In They Died with Their Boots On, 1941’s Errol Flynn-headlined epic about the life of General George C. Custer, a group of dastardly businessmen—intent on breaking a treaty between the Union and the Sioux by enticing hordes of white men to settle on land earmarked for the Native Americans—promulgate a false rumor that gold is plentiful in South Dakota’s Black Hills. As aficionados of HBO’s superb Deadwood know, such a lie was wholly unnecessary, since the Black Hills were literally teeming with gold during the prospecting-crazy late-19th century. Yet this historical speciousness is emblematic of Raoul Walsh’s loosely-based-on-real-events film, which charts Custer’s colorful career, from his youthful rebelliousness at West Point to his downfall at Little Big Horn, with what can only be described as a relentless interest in lying. Warping Custer’s (and his contemporaries’) motivations and actions to the point of insanity, They Died with Their Boots On delivers revisionist romantic fantasy masquerading as history.
Such inaccuracy was an intentional decision aimed at providing Flynn—by now a worldwide matinee idol—with a larger-than-life military role that would stand side-by-side with his iconic pirates (Captain Blood, Capt. Thorpe) and heroes (Robin Hood). By boasting his legendary wisp of upper lip hair rather than Custer’s bushy handlebar moustache, Flynn immediately makes clear that it is his, and not his character’s legend that’s most important, and despite a strangely off-putting fascination with Custer’s love of onions, which he regularly devours like apples or dessert delicacies, the film proves a comfortable venue for its star’s portrait of braggadocio and bravery. Though not quite as delightfully freewheeling as his performances in The Sea Hawk or The Adventures of Robin Hood, the magnetic Flynn embodies the doomed general with a charming cockiness and flashbulb-bright smile that enliven this handsomely made—but, in contrast to the actor’s prior adventures, more somber—cowboys and Indians blockbuster.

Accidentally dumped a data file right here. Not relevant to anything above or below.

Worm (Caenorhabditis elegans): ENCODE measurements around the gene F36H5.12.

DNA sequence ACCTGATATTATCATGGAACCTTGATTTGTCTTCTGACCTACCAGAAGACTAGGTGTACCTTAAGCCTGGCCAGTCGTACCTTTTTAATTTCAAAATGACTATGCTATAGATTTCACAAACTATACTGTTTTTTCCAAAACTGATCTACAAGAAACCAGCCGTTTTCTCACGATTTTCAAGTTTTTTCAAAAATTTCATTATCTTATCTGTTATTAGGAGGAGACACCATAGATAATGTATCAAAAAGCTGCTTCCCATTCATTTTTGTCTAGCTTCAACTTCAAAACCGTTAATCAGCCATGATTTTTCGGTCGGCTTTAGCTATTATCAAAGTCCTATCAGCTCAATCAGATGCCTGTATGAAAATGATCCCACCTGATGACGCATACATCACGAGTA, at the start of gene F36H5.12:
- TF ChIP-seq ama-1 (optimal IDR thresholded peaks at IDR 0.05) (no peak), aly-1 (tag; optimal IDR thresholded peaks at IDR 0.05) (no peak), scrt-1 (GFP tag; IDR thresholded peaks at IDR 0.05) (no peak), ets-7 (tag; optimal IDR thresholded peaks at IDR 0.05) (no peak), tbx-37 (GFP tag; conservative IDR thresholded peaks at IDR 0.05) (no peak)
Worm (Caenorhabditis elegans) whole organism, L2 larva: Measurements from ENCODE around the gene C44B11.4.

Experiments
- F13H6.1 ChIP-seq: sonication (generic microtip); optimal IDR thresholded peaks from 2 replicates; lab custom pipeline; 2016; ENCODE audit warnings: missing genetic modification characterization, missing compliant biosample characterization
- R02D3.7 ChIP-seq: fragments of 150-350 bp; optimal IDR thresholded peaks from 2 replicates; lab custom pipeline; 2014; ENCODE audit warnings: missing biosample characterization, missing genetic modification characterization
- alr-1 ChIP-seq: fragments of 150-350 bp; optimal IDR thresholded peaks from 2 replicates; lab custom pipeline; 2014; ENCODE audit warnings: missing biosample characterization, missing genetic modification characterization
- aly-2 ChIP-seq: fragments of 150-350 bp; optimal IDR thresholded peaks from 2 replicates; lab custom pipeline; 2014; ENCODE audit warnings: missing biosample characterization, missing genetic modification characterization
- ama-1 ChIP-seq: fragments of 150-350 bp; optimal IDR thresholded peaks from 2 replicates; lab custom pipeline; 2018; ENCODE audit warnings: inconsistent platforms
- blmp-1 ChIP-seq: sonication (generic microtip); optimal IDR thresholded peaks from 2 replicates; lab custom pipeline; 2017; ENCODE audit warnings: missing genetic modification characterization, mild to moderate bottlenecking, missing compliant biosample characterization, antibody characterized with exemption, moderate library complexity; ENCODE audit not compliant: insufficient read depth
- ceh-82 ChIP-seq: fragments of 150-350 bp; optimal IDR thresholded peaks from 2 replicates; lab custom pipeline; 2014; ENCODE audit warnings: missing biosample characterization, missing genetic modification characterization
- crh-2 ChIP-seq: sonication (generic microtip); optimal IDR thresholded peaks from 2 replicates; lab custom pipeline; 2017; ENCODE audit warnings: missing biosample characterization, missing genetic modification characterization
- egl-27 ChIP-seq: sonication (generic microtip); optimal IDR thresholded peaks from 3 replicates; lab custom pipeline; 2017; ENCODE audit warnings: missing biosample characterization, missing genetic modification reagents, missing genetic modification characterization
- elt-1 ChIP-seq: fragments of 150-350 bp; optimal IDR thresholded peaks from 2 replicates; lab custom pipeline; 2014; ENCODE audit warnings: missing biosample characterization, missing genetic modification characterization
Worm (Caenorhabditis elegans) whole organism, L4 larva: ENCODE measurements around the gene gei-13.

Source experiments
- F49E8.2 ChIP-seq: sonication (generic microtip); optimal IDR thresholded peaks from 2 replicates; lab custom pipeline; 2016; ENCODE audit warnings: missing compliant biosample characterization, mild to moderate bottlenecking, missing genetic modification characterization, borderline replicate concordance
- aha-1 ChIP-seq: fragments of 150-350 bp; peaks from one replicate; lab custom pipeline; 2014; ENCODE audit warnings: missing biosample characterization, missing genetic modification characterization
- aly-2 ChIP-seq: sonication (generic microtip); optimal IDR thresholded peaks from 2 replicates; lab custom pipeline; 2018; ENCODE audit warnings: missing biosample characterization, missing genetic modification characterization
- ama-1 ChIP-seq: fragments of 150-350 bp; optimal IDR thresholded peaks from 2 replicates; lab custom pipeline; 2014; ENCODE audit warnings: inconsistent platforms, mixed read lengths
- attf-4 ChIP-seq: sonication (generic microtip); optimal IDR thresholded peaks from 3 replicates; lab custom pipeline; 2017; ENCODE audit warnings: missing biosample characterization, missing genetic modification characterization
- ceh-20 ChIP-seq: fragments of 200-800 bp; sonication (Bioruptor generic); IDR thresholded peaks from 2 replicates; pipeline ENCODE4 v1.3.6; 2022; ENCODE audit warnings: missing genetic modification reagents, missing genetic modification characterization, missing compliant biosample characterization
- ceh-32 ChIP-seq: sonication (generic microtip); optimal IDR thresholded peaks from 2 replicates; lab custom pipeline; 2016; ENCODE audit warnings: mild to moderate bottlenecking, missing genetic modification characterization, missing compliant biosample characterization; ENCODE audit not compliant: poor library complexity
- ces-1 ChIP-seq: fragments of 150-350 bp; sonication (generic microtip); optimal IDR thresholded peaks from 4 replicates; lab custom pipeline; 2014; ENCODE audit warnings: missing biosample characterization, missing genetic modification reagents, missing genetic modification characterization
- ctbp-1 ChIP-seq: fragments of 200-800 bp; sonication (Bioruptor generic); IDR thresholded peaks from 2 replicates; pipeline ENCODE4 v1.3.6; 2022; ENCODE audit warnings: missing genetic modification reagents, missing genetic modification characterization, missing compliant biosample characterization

Apparently tired of working with Michael Curtiz (who had helmed his previous seven projects with Olivia de Havilland), Flynn successfully lobbied for Walsh—a director known for manly, visceral genre pictures—to lead the film’s charge. The filmmaker’s skill at rugged, chaotic action is most forcefully felt during the climactic battle against Chief Sitting Bull (a young Anthony Quinn) and his army of angry indigenous warriors—a fight which, after the stateliness of the preceding set-bound action, erupts with down-and-dirty dynamism. Yet the film’s rollicking fun is unfortunately (though not surprisingly, given the period during which it was made) sullied by distasteful racial attitudes, from Flynn condescendingly referring to both a stuttering black waiter and Sitting Bull as “boy” to Gone with the Wind mammy Hattie McDaniel, as the maid of de Havilland’s Elizabeth “Libby” Bacon (who later became Mrs. Custer), once again portraying the stereotypical “scared, superstitious, and subservient” black woman.
Although hardly meant to be taken as factual, the film’s depiction of Custer as a laudable figure of gallant virtue rather than a less-than-noble, somewhat off-putting egomaniac who eagerly sought out his Little Big Horn assignment is nonetheless sometimes hard to stomach, though the self-assured Flynn admirably captures the man’s rampant arrogance (which was, in real life, reportedly so extensive that he anonymously wrote flattering letters about himself to newspapers). Yet even if historical erroneousness intermittently undermines the film’s outlandish attempts at lionization, They Died with Their Boots On endures as one of the finest Flynn-de Havilland collaborations, providing a grand stage for the duo’s playful, poignant rapport. And never were the two finer than during Custer and Libby’s last moments together, a tender goodbye made more heartrending by the fact that the scene also marked the conclusion to one of the cinema’s most dynamic screen couples.